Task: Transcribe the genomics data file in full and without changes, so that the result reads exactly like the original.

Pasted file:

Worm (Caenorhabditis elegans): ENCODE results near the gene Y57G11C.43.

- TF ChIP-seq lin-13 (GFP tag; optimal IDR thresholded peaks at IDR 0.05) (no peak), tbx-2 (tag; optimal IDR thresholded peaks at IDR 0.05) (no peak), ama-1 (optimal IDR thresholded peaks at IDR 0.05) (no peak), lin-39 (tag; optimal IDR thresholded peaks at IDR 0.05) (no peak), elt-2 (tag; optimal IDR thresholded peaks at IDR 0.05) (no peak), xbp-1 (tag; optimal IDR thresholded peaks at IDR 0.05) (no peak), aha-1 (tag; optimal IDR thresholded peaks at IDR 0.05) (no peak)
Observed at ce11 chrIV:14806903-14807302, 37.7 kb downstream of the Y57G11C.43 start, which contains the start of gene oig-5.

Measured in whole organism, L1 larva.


Worm (Caenorhabditis elegans): ENCODE results near the gene Y57G11C.43.

- TF ChIP-seq lin-13 (GFP tag; optimal IDR thresholded peaks at IDR 0.05) (no peak), tbx-2 (tag; optimal IDR thresholded peaks at IDR 0.05) (no peak), ama-1 (optimal IDR thresholded peaks at IDR 0.05) (no peak), lin-39 (tag; optimal IDR thresholded peaks at IDR 0.05) (no peak), elt-2 (tag; optimal IDR thresholded peaks at IDR 0.05) (no peak), xbp-1 (tag; optimal IDR thresholded peaks at IDR 0.05) (no peak), aha-1 (tag; optimal IDR thresholded peaks at IDR 0.05) (no peak)
Observed at ce11 chrIV:14806903-14807302, 37.7 kb downstream of the Y57G11C.43 start, which contains the start of gene oig-5.

Measured in whole organism, L1 larva.